This time I cannot agree with you totally my friend. I am posting several pictures of sword shapes and type that would have been used by Greek Phalangites and Macedonian and Successor Phalangite.
It IS quite true that the sword was not the primary weapon of the Phalangite, their "Swords" ab initio, if you will, would have been the broad razor sharp front head of the double ended "Dory", ie: a sword at the end of an eight foot shaft..
In Macedoninian practice, the point of the Sarissa longer (up t 14 feet) was point was fuirther out in front of the phalangite than was the case with the standard Greek Hoplite sach as those that Phillips' troops would have fought at Charonea (Number one) .
The Sarissa needed two hands to control and the Macedonian and Successor Phalangite's Sarissa's sheilds were lashed to their left arms.
I'll post the various sword shapes first.
You will note that the first sword is literally "Sting" from the Lord of the Rings.
The second was merely labeled a a Spartan Phalangite sword.
Although Greek Swordsmanship was NOT up to the standard of a legionary, it was not unseen in actual practice, especially among the "Normal" Phalanxs from other Greek States in service with Alexanders Army.
The "Kopis" i beleive was primaraily the secondary arm of the Macedonian Companion Cavalry. It's name comes from the Egyptian sword "Kopesh" or sickle sword, although they were not reallyl similar.
One might surmise that, somehow, that not only did the Kopis serve with the Companion Cavarly, but perhaps with Macedonian Officers as well.
Also, the basic shape seems to have migrated and re evolved (again form follows function) in the shape of the knife/sword shape of the Nepalese Khukri.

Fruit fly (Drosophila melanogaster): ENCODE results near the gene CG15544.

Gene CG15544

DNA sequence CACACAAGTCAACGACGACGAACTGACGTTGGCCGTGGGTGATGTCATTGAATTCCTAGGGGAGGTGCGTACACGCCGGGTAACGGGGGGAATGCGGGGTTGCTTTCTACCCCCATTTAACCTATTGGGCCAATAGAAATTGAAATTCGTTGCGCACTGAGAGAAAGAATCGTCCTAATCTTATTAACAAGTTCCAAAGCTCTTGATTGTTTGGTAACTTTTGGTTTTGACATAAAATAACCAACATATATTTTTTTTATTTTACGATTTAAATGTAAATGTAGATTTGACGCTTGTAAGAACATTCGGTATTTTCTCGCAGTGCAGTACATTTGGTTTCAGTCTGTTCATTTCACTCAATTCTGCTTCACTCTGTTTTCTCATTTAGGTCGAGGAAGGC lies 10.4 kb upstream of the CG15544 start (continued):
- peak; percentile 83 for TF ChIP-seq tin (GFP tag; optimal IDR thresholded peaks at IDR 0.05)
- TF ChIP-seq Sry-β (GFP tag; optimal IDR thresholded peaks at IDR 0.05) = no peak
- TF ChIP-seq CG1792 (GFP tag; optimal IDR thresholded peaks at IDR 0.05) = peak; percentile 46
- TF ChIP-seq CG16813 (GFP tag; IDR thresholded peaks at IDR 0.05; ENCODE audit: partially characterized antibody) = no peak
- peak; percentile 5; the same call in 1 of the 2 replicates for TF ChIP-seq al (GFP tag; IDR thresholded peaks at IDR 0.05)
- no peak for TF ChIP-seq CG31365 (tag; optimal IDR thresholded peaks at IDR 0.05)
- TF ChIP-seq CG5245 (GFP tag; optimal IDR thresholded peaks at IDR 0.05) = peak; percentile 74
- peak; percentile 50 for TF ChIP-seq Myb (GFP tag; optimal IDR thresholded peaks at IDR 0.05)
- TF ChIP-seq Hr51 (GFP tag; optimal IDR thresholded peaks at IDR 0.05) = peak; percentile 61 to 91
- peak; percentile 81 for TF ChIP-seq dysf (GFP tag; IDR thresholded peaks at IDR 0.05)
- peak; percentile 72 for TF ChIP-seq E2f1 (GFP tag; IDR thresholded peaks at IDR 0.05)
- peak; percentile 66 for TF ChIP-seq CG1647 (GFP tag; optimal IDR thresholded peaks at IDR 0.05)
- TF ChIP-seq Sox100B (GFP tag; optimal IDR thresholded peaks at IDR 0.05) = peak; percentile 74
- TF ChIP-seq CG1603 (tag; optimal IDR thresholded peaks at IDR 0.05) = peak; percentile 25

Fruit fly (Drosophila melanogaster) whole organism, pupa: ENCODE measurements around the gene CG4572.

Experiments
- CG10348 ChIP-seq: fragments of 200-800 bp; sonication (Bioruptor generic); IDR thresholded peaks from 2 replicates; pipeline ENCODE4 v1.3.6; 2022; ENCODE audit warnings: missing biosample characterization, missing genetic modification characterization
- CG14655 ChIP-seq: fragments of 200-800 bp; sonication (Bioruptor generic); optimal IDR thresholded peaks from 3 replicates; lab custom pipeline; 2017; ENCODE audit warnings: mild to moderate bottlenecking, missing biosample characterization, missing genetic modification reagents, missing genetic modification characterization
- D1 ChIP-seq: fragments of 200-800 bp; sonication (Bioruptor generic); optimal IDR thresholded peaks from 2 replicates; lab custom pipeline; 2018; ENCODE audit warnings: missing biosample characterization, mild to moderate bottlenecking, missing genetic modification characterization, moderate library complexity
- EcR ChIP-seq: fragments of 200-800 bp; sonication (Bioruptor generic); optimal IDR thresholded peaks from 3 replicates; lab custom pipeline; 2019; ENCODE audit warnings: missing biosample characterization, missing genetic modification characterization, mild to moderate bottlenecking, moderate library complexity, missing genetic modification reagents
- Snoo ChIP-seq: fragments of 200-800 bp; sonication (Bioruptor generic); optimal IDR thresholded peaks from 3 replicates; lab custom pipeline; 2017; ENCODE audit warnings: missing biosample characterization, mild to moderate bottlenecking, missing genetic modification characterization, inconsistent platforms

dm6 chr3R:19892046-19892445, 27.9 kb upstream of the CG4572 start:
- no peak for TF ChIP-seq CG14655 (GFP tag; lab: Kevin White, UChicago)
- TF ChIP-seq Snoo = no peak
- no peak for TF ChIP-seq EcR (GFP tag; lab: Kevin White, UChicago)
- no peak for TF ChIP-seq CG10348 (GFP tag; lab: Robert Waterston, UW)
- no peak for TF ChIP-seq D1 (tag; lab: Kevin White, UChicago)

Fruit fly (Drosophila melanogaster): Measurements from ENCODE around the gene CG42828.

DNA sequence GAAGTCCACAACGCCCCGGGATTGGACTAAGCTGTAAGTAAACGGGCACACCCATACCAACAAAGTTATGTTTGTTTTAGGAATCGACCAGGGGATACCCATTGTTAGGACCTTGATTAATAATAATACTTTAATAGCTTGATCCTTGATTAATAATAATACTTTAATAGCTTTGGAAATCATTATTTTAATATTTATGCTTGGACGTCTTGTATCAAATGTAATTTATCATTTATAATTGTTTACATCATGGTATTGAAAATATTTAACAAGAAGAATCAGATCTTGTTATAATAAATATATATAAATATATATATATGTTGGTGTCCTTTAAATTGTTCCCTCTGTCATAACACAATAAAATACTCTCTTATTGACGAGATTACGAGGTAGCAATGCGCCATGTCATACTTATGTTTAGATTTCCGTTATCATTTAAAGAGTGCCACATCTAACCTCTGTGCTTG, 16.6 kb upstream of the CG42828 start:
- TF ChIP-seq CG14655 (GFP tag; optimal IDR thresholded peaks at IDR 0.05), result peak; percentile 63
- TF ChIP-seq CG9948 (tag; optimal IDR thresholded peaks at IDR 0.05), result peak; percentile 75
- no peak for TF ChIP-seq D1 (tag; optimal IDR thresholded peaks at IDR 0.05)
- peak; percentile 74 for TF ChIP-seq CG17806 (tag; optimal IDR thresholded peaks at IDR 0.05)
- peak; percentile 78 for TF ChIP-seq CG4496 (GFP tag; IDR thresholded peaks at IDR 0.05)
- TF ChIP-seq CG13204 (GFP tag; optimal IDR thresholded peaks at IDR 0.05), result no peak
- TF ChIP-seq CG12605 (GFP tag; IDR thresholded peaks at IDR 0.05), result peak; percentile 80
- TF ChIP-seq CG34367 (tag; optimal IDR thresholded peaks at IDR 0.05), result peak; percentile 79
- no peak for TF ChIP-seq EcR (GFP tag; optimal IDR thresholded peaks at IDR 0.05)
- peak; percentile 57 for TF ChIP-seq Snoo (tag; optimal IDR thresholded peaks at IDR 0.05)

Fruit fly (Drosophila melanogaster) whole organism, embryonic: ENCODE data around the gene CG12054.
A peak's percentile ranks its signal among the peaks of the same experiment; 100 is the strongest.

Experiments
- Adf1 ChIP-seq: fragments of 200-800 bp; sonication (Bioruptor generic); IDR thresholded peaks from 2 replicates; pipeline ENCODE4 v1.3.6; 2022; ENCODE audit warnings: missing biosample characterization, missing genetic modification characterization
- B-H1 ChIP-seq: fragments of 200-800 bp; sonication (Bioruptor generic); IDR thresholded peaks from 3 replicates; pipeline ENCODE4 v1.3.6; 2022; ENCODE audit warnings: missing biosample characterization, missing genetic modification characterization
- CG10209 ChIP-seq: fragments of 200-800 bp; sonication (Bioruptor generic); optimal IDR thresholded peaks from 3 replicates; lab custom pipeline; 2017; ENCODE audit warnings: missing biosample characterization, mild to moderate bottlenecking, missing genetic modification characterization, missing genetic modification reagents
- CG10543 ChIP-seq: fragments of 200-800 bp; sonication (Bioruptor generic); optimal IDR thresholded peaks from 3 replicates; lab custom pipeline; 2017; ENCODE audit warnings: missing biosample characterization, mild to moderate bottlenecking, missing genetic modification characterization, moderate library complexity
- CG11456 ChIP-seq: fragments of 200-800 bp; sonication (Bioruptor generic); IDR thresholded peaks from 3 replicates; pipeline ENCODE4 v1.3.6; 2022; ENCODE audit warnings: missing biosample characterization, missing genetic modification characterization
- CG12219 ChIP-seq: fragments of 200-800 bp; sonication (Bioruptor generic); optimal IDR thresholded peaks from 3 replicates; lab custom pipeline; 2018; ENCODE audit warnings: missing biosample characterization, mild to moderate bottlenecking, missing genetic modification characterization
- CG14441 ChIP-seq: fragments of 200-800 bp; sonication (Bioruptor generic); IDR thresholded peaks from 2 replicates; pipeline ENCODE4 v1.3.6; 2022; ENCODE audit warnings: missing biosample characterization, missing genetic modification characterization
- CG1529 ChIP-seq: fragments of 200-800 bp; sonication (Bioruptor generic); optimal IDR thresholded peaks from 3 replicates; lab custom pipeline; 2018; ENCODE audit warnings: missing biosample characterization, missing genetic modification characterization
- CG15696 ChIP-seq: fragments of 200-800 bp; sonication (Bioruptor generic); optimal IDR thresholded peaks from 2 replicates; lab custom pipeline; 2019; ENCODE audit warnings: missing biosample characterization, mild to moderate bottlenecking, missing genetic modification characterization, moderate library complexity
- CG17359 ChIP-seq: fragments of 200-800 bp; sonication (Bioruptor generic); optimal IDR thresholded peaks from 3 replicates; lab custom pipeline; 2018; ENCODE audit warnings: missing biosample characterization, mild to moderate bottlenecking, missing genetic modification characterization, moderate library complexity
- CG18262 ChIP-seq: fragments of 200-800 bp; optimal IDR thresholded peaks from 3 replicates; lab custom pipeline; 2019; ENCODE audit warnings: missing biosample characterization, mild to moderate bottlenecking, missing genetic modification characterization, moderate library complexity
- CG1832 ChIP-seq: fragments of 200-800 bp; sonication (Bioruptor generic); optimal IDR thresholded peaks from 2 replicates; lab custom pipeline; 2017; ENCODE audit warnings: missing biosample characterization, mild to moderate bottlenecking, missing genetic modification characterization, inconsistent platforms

Note that neither the Dory of the Thermopylaen Era Spartan Hoplite Nor the Sarissisa of the Macedonian Phalangite were ever thrown (more than a few feet) they were just not built for Thatl
The Dory of the Greek Phalangite could have been wielded overhand (most likely) or sometimes underhanded.
The Sarissa would always have been handled in two hand underhand thrusts, as in many bo forms such a "Tokumine no Kun".
The Sarissa appears to have had a more narrow Panetrating point and I do not think it was meant to just be a shaft with a "cut and slash" blade on the end. I beleive it was intended to penetrate, and if you have done "Bo" forms such as Tokumine, you will know the incredible power that can be generated by such double thrusts.
So, the Phalangite could and did occasionally drop his spear and defend himself or go on the attack (such as in the case when his spear was shattered, although in the case of the Dory, the other end could still have been used.
The Word Entymology dictionary completely misses the mark when naming the source for the word for the "dory" which was a double ended fishing rowboat ot the Northeast.
The Dictionary mentioned refers to a type of Mosquito.
I guess they had a different reading list and upbringing.
Nick Secunda has Printed an article on greek swordsmanship, and although it is clear is was not the first choice of the Phalangite ((aka Hoplite) the sword was used.
You can look up and print out his article on "Greek Swordmanship" or, as I said, wait for me to distill it down a bit.